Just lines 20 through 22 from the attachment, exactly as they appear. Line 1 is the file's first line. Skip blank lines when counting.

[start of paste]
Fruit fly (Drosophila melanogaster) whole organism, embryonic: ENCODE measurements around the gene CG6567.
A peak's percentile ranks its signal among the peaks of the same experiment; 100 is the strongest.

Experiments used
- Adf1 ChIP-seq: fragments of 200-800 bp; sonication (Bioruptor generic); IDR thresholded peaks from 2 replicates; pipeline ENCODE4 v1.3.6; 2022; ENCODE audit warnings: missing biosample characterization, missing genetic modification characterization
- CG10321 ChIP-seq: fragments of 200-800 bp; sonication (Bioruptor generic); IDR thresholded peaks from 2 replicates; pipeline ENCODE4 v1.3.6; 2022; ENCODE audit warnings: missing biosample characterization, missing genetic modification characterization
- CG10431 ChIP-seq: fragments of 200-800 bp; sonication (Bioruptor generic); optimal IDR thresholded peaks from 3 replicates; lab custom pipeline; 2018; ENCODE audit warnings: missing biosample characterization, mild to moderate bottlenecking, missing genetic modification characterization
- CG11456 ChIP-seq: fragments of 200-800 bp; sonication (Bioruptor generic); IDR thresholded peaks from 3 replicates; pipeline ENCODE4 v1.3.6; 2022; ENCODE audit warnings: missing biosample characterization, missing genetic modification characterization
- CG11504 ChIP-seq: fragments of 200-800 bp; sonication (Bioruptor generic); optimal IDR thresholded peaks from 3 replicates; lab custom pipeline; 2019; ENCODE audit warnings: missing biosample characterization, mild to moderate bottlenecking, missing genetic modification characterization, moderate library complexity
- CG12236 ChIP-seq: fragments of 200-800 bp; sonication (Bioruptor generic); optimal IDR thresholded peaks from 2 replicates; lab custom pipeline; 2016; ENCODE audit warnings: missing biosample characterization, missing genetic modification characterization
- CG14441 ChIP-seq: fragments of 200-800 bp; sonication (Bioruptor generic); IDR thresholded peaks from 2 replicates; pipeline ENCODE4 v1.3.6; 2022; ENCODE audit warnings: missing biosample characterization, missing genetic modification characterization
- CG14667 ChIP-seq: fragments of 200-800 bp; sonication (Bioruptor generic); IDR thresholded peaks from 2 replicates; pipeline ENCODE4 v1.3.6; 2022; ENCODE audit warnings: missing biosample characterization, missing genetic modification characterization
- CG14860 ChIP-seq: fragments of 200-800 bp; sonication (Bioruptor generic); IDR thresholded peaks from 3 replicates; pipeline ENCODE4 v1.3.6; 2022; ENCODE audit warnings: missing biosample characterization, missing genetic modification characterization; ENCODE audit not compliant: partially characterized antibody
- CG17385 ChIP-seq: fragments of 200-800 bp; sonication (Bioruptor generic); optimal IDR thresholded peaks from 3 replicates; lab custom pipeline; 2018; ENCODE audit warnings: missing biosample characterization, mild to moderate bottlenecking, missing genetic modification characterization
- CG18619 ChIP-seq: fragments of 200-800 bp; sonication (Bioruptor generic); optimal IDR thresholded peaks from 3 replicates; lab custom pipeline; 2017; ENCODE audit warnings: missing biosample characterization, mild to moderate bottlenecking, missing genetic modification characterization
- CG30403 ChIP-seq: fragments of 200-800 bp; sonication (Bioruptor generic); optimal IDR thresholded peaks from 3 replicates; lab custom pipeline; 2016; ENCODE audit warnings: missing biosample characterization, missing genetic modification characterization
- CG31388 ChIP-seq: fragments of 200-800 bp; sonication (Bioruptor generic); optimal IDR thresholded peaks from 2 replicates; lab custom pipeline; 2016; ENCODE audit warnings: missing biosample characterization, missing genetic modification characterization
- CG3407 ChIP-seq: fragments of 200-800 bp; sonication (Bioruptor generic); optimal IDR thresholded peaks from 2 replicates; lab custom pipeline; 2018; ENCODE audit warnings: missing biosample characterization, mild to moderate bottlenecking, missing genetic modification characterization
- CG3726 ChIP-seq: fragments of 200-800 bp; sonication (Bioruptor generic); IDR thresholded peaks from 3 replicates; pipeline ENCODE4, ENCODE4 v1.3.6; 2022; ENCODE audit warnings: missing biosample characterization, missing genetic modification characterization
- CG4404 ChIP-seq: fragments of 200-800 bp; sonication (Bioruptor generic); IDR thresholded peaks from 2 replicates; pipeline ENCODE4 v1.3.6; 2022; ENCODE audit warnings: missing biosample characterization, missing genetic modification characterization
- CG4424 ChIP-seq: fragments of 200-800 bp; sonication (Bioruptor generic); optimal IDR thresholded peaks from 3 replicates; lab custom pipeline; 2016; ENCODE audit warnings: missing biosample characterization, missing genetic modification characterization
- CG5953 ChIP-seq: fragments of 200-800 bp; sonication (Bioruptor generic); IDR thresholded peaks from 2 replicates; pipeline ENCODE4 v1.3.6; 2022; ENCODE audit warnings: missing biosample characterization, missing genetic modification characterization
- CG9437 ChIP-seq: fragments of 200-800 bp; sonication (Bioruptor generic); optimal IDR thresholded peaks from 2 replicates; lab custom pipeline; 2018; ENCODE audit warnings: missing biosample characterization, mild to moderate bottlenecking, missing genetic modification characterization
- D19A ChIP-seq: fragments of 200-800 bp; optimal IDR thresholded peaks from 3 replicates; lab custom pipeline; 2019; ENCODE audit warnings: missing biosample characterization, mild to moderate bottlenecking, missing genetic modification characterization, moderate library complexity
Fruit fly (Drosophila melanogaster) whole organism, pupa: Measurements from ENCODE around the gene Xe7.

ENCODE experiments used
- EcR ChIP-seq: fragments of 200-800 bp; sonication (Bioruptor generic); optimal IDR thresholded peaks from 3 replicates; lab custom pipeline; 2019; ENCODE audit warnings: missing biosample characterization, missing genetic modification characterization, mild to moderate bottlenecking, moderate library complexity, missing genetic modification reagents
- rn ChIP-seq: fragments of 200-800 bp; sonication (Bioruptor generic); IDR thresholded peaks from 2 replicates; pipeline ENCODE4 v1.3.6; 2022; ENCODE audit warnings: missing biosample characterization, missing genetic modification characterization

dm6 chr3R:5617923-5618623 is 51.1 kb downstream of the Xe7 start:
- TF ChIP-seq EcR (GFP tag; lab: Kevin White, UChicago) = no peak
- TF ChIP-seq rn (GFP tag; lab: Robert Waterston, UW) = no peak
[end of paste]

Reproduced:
- CG4424 ChIP-seq: fragments of 200-800 bp; sonication (Bioruptor generic); optimal IDR thresholded peaks from 3 replicates; lab custom pipeline; 2016; ENCODE audit warnings: missing biosample characterization, missing genetic modification characterization
- CG5953 ChIP-seq: fragments of 200-800 bp; sonication (Bioruptor generic); IDR thresholded peaks from 2 replicates; pipeline ENCODE4 v1.3.6; 2022; ENCODE audit warnings: missing biosample characterization, missing genetic modification characterization
- CG9437 ChIP-seq: fragments of 200-800 bp; sonication (Bioruptor generic); optimal IDR thresholded peaks from 2 replicates; lab custom pipeline; 2018; ENCODE audit warnings: missing biosample characterization, mild to moderate bottlenecking, missing genetic modification characterization